Right now, I don’t have the tools for directing: Kalki Koechlin interview — Part II
In conversation with actor Kalki Koechlin, the actor talks about her one-time directing a play and reveals how theatre “isn’t only about the script” for her.Updated: Dec 30, 2019, 15:11 IST
For actor and expectant mother Kalki Koechlin, love is one of the themes in the play Sounding Vanya — which was recently staged in Mumbai, at the G5A Foundation for Contemporary Culture — that she relates to the most. Speaking of how she relates to themes more than characters, Kalki shares, “Dr Astrov (a character in the play) has this recurring theme of speaking about how we are destroying the planet by cutting down trees. This was 120 years ago where a character in a play was talking about climate change. So, that’s another theme that resonates with me.”
In a phone interview, the versatile actor talks about her thought process before accepting a role and the positive changes in theatre over the years.
Tell us something about your latest play.
Sounding Vanya is an interpretation of Anton Chekhov’s 120-year-old play, Uncle Vanya: Scenes from Country Life in Four Acts, which is told through the actors’ various modern mechanisms and a live music performance. In the play, a pianist and a group of actors will interrogate Chekhov’s text, dismantling and rebuilding it.
How and why did you choose to be a part of Sounding Vanya?
Well, I wanted to be a part of this for multiple reasons. I love working with Rehaan Engineer, who is a fantastic theatre director and he pushes you in new directions every time. This is my third play with him.
You have been a part of many unconventional scripts, for both films and theatre. What is your thought process before accepting a role?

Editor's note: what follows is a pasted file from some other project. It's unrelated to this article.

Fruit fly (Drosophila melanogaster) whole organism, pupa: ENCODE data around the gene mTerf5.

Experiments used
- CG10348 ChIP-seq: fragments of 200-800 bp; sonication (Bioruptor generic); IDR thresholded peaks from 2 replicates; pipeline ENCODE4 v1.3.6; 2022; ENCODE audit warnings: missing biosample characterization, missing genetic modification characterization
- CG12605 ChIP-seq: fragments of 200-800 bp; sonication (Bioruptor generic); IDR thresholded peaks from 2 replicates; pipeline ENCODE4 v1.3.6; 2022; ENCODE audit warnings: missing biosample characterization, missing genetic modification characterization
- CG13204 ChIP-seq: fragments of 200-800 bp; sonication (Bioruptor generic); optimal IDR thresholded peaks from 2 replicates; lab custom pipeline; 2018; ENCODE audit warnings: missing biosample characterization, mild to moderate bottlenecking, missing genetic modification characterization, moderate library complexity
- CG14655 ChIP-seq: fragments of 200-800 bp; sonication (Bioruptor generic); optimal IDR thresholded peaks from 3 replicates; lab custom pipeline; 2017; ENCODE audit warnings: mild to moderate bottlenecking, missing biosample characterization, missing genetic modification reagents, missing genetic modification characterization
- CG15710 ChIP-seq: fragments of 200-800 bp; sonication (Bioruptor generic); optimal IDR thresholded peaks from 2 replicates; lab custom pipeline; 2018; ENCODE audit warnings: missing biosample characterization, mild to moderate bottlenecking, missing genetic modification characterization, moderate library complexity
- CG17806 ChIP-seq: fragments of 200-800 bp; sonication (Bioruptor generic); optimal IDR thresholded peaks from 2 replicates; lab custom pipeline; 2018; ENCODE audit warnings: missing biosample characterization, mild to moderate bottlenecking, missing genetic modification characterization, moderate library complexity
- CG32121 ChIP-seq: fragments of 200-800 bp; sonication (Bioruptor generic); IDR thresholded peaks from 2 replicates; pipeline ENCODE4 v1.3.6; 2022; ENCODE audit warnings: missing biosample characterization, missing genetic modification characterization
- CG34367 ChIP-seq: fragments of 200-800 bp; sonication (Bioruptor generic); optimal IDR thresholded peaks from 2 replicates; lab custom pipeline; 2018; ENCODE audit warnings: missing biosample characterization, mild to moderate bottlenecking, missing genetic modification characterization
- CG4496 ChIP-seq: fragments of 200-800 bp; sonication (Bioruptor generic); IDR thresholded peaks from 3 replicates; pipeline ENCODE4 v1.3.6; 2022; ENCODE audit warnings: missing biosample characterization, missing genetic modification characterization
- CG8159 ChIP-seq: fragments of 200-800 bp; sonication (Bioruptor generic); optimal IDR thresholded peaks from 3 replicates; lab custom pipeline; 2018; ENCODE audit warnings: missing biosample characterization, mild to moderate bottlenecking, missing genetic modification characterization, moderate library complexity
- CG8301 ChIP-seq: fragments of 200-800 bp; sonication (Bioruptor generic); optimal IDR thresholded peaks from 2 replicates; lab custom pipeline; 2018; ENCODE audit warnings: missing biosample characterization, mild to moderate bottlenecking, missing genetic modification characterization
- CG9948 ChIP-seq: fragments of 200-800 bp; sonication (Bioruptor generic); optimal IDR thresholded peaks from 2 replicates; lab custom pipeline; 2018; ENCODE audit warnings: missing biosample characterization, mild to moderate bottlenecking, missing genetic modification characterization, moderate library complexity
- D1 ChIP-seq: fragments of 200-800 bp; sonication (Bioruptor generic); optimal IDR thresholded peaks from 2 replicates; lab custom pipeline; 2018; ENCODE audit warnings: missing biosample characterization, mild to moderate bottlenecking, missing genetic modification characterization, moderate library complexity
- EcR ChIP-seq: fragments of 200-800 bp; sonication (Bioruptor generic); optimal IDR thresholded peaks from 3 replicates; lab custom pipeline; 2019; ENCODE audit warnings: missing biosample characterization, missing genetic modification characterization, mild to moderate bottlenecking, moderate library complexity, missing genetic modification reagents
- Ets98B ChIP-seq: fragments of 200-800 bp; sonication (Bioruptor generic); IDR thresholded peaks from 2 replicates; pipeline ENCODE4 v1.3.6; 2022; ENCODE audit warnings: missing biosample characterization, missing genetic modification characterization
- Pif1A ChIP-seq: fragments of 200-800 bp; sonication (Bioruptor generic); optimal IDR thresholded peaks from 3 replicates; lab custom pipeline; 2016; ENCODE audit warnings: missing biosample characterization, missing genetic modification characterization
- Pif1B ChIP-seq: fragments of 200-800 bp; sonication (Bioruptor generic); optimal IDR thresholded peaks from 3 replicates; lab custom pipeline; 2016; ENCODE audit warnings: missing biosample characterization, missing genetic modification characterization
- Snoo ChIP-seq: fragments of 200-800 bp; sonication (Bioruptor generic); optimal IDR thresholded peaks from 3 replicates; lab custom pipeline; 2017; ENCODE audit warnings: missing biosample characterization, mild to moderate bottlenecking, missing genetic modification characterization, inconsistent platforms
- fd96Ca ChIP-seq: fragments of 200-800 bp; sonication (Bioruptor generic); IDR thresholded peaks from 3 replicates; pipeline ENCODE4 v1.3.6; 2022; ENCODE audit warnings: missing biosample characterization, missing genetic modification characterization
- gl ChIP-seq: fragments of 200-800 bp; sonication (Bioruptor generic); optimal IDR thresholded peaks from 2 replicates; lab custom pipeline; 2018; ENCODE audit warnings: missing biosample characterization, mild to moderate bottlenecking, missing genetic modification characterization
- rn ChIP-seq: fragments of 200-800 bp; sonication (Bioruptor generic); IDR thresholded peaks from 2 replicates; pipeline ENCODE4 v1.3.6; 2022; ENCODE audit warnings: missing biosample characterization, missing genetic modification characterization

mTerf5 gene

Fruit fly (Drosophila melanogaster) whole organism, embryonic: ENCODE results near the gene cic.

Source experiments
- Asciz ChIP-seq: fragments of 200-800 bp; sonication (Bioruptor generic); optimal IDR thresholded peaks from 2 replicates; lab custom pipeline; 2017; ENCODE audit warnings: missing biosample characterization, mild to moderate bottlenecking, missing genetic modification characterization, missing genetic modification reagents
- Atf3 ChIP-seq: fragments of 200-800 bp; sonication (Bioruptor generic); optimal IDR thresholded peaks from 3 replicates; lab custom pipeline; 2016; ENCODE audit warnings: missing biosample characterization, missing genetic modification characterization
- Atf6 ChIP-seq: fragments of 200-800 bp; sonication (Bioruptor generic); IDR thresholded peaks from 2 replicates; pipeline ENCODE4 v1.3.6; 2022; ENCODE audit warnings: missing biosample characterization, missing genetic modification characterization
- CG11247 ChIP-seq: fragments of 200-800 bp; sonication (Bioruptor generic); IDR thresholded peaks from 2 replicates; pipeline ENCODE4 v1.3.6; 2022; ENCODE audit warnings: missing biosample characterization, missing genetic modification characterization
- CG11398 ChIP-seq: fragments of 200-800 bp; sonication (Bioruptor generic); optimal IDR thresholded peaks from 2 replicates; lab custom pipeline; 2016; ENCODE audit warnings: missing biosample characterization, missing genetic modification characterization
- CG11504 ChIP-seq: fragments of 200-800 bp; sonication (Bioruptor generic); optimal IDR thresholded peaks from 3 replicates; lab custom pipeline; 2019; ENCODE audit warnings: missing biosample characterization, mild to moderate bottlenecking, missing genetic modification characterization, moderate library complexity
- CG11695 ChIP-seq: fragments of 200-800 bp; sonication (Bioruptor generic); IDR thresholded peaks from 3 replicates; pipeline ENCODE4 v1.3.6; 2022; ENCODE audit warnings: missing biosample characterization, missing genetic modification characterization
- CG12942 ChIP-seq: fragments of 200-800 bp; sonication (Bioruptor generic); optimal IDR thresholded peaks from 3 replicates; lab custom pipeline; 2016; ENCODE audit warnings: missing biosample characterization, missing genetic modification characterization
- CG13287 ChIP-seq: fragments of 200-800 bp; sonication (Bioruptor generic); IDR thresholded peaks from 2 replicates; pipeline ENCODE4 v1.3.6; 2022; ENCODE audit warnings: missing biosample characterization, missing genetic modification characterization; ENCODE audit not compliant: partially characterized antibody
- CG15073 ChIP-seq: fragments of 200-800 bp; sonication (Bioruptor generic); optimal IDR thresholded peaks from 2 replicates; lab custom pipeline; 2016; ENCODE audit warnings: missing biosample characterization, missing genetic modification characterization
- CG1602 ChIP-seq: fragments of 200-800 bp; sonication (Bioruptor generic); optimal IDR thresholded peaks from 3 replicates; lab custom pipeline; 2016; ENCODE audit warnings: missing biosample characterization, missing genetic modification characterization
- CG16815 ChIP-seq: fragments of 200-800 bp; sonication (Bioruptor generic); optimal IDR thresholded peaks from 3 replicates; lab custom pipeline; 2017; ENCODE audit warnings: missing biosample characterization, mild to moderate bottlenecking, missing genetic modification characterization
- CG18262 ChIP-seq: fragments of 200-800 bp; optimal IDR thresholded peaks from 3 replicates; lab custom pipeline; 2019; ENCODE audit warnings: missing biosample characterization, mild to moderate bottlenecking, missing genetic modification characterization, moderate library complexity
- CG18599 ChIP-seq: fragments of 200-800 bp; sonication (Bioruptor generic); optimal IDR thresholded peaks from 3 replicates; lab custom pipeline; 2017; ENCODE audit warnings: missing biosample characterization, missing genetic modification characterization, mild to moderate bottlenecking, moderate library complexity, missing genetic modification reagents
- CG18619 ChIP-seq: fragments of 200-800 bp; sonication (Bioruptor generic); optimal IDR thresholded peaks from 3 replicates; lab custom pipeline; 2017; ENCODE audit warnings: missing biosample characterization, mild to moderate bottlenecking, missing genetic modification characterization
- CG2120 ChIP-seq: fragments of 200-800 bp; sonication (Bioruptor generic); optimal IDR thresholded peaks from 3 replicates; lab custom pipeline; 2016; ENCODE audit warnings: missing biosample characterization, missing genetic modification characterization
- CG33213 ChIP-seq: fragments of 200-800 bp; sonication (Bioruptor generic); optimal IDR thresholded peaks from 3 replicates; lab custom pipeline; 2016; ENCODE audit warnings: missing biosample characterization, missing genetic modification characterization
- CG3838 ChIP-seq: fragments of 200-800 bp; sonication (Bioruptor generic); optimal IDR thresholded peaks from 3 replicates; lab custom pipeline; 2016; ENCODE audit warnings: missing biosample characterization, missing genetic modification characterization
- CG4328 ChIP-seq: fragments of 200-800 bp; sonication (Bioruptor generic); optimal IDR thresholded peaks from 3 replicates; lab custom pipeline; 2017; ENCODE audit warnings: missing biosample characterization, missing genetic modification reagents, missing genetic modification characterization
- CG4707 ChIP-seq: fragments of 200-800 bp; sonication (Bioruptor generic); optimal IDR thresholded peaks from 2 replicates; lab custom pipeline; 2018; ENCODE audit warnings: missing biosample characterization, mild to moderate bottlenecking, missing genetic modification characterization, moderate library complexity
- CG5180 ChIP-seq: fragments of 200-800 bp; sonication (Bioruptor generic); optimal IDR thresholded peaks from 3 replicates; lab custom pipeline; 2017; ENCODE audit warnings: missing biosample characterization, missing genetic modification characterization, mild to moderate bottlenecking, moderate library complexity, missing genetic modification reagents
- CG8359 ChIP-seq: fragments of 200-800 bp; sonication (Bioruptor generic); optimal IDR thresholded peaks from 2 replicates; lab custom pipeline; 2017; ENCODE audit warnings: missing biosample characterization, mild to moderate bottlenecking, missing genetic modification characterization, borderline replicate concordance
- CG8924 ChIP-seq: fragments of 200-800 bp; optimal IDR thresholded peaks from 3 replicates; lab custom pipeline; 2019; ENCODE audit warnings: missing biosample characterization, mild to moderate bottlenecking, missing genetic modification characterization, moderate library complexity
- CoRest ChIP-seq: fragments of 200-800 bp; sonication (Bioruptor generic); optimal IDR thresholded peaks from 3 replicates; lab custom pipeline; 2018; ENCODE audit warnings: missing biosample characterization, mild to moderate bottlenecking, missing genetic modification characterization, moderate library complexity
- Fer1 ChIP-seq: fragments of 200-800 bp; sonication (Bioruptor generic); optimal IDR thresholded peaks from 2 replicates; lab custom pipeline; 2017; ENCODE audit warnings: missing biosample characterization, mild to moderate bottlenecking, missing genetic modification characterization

It’s instinctive — if I read a script in one go and I am absorbed in it, and not distracted, it’s a yes. Sometimes, it’s the sheer uniqueness of the script and sometimes [what interests me is] if the character is something I’ve never done before. But mostly it’s a gut instinct that I get before accepting a role.
Could you give us an example of a few such roles you’ve accepted?
I’ve learnt a lot from having done the clowning work with Rajat Kapoor in Hamlet — The Clown Prince, where I played Ophelia. It was something I had never done before. I also enjoyed playing a 12-year-old girl last year in a play called One Flea Spare.
What is your favourite kind of theatre format to watch?
I like modern theatre. In Mumbai, I like what The Patchworks Ensemble are doing. They’re a company by Sheena Khalid and Puja Sarup. I find their work very original. My favourite from around the world are Complicité (theatre group based in London, UK) and Robert Lepage (Canadian playwright). I like plays where people push the boundaries.
...And to perform?
Unlike films, theatre isn’t only about the script for me. The format is also really important because firstly, I get to experiment a lot more with theatre as the stakes are not so high. I tend to choose things that are more out of the box, in terms of interpretation or format or trying new things such as changing the staging or several actors playing several characters.
Since The Living Room in 2015, are there other plays that you have directed or plan on directing?
No (laughs). To be honest, I haven’t had much time to write another script. Of course, I have my own monologues, which I keep doing every once in a while that I’ve written and self-directed. But I haven’t planned to direct a play any time soon.
Would you like to?
Maybe at some point. Right now, I don’t have the tools for directing. The Living Room was really hard for me. It took up an enormous amount of time and energy. And if you’re also an actor and working on other things, it’s very hard to do. It (directing) requires a special kind of dedication, which I’m not ready to give right now.
What do you reckon is the good change in theatre over the years?
The good part is that there are companies and artistes doing fantastic things like Sunil Shanbag, whose work I’ve always enjoyed. But he’s also veering towards other formats like using singing in his performances.
It’s also nice to see smaller places which allow for this kind of experiment like G5A and Harshad Studios. It’s nice to see alternative spaces sprouting out as Prithvi theatre and NCPA are booked out a year in advance.
You have been active on the podcasts scene as well. How do you manage it all?
There are lulls in your career because you won’t get one script after another. So, it’s great that I can explore another creative form because I can’t sit around waiting for work. At times, it does get overwhelming. But it’s also a breather. You meet different people than you do in the industry. Many of the people I interview for my podcast don’t even know my films. And that’s refreshing.
We sometimes live in this frog’s pond in Bollywood where we think everyone knows us, but there’s plenty of other things going on in the world.